AAGPBL Interview - Mary Nesbitt
Mary Nesbitt was one of the first players in the AAGPBL. She shared some of her memories with us.
1) How did you get interested in playing baseball and where did you play before you turned pro?
I've played ball ever since elementary school. On all the school teams. All state teams. Went to nationals at 14 in Chicago, again to nationals in Louisville at 65 (yes, 65). This was fast-pitch softball. Playing in the pro league - we were converted to baseball which was right down my alley.
2) Describe your signing.
No big deal about signing our contract. I was excited for sure. I thanked God for being at the right place at the right time.
3) What position(s) did you play? Which teams did you play for?
I was a pitcher for the Racine Belles for three years, first base for the Peoria Redwings for three years.
4) What was the best thing about playing pro ball?
We made lots of friends. At home games we were always invited to family homes for meals and fellowship. A chance to travel, each team had a team bus after the first year.
5) What was the worst thing about playing ball?
We had to travel by train the first year. We were still at war and the military had priority, so we sat on the end of our suitcases in the aisle. We didn't complain, we passed the time by playing cards.
6) What was the highlight of your career?
Winning the 1943 Championship with the Racine Belles as a pitcher. Hitting a grand slam in Peoria with the Redwings. Over 10,000 fans present. The stadium behind my picture was the home of the Peoria Redwings.
7) Who were the best players you played with or faced? Comments?
Sophy Kurys - Second base for the Belles - Led league in stolen bases
8) Do you think the fans and press accepted you more as the years wore on? (Describe how it was when you started. Did increased exposure change some minds?)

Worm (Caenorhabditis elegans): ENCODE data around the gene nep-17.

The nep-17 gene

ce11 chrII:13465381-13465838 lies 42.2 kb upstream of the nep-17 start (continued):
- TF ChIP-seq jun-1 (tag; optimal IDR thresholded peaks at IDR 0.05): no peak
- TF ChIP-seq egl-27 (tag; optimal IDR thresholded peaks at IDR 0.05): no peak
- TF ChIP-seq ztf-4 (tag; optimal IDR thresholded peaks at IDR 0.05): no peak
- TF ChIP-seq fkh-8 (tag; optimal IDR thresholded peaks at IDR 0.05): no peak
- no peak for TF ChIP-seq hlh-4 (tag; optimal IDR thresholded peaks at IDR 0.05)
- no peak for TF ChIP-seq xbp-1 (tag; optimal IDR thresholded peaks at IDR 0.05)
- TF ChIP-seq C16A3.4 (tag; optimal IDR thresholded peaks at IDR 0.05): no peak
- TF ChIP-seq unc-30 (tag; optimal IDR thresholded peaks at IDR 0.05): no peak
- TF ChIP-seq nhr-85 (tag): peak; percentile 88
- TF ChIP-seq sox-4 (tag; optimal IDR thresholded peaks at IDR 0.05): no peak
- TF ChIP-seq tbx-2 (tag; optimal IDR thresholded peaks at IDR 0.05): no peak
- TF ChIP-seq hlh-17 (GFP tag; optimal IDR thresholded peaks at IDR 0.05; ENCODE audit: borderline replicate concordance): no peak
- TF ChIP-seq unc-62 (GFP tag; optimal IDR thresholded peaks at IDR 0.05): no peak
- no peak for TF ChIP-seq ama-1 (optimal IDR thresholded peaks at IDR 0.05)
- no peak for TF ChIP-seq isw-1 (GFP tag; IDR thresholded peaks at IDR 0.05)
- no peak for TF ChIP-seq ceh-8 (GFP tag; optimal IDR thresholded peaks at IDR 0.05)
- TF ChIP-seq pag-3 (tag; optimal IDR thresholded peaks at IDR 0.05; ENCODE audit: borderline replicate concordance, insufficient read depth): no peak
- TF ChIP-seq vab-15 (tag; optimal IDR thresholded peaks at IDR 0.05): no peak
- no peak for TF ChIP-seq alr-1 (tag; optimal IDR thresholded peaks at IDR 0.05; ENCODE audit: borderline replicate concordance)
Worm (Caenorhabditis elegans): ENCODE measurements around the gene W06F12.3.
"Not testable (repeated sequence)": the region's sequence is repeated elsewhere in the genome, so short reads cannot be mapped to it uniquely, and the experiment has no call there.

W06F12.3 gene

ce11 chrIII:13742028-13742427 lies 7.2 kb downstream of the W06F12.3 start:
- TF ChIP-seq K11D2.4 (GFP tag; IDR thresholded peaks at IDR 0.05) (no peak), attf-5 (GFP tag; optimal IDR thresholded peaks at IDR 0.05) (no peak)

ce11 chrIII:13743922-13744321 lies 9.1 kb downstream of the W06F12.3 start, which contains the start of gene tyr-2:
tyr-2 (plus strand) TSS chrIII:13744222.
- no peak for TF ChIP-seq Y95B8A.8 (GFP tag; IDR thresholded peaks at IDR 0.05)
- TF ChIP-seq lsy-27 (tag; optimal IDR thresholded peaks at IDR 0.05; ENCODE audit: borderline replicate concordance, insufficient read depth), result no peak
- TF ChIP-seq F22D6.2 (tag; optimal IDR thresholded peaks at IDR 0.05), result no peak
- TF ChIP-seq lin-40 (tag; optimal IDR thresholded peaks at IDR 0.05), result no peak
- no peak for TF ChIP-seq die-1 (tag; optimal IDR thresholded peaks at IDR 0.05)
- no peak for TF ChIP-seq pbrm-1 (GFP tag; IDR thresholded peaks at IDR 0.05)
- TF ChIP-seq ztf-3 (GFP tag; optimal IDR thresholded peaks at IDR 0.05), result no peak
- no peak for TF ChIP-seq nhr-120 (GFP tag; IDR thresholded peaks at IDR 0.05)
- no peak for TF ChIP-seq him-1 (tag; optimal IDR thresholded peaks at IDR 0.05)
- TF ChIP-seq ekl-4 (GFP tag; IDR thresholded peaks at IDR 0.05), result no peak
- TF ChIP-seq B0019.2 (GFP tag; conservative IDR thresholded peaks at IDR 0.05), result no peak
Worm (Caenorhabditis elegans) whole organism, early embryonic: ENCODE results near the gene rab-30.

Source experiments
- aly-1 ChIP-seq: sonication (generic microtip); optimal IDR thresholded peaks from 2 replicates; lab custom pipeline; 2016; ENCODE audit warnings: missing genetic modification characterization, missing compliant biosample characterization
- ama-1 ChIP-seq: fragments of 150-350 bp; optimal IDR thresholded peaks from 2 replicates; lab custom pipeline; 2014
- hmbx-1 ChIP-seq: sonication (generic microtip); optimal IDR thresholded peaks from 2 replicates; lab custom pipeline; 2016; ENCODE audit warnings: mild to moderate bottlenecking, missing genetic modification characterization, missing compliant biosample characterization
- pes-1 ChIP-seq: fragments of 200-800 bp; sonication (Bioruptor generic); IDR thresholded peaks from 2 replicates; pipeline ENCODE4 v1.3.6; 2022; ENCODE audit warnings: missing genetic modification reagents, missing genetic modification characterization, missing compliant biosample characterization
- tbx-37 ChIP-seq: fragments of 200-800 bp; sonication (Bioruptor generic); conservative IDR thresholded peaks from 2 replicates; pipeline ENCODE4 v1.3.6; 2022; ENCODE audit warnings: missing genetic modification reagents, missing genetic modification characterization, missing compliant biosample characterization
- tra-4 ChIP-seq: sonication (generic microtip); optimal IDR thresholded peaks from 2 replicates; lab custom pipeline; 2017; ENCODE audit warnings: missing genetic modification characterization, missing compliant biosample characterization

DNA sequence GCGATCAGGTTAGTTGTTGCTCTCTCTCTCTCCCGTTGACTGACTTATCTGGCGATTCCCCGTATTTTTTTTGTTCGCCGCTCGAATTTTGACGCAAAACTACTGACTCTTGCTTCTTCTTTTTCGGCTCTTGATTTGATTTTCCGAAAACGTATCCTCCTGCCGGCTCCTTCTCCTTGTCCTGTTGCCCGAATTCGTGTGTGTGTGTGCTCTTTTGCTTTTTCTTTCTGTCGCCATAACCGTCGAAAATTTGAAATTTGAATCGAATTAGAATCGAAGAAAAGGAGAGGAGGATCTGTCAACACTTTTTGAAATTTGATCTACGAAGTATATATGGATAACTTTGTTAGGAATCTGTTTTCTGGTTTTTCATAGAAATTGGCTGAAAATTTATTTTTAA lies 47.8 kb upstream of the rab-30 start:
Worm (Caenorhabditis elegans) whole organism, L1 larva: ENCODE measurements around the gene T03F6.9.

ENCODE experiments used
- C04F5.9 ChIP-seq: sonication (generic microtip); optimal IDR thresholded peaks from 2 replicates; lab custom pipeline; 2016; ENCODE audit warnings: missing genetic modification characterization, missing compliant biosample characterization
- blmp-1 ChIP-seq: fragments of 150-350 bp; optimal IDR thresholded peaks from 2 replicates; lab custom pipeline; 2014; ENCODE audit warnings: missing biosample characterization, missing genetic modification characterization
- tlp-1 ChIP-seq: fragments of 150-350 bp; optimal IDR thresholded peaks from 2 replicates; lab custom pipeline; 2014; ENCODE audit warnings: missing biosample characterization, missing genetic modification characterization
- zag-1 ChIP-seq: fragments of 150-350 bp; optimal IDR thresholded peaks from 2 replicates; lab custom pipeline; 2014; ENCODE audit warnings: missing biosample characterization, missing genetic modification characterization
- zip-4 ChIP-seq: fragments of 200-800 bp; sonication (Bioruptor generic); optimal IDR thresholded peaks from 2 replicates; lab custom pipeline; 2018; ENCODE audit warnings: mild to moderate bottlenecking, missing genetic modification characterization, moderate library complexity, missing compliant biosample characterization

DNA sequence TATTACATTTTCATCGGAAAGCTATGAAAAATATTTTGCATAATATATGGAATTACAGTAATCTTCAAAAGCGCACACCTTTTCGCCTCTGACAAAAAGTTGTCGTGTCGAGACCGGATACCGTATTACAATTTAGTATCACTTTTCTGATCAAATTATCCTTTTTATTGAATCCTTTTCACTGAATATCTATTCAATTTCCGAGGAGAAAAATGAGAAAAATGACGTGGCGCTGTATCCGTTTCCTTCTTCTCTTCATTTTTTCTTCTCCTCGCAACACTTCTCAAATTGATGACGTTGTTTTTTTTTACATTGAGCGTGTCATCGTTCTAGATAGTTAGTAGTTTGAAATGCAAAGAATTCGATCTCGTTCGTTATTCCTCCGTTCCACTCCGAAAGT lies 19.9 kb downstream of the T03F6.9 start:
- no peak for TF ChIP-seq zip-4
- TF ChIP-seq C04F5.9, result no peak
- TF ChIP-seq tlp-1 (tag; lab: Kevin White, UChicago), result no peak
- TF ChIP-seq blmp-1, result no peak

At first everyone was curious as to what we could do. After a few games the crowds began to increase. We proved our point.
9) Who were your favorite big league ballplayers during the era you played in?
The Babe - we were playing one night (I was pitching) when over the loudspeaker it was announced that Babe Ruth had passed away. The crowd and players stopped for a moment of silence. It was very touching. I was a fan of Ted Williams, Hank Aaron, Joe D.
10) Do you follow big league ball now? If so, how do you think it compares with your day?
Yes, I'm a Braves fan. We played in skirts - I had my share of strawberries. There was no radar to check our speed, no batting gloves. No such thing as TV. It was radio and newspapers.
11) Should women have their own pro league, should they play in the majors, or should we have both (a women's league and the chance for the best women players to play in the majors?)
There are some women's baseball leagues. I don't know if they're pro or not. Our league has endorsed the schools to let the girls have baseball teams. You see the girls playing on little league teams with the boys. When the girls get to the ninth grade they are pushed on the fast-pitch softball teams and most want to play baseball. More power to them.
12) How do you feel about the Silver Bullets?
They had a good thing going. I haven't heard anything about them for a long time. More power to them if they're still active.
13) Briefly describe your life since your pro career ended.
I married Mr. Wisham. We settled here in Hollister. We raised two boys and two girls - all grown. I retired as a school bus driver after 22 years. Mr. Wisham retired from Georgia Pacific (26 years). When my youngest started school I went back to playing ball. This time it was fast-pitch. I was still playing at 68. Mr. Wisham and I had 52 years together. He passed away in 1998. I'm still very active, throwing out first pitches at ball games. Just celebrated my 80th birthday.
14) What advice do you have for young women who want to become pro ballplayers?
Play every chance you have. You have to become dedicated. You eat, sleep and breathe baseball.15) Any other memories or comments?
I've always said I was at the right place at the right time. I had just graduated from high school in 1943 when I was scouted by a scout sent out by Mr. Wrigley. His name was Jimmy Hamilton. I was the only girl on a mans' softball fast-pitch team when he approached me about the league. I had to go for a two-week tryout at Wrigley Field. I was assigned to the Racine Belles for three years and then to Peoria for three years. The Lord has kept me healthy all these years and I am grateful.
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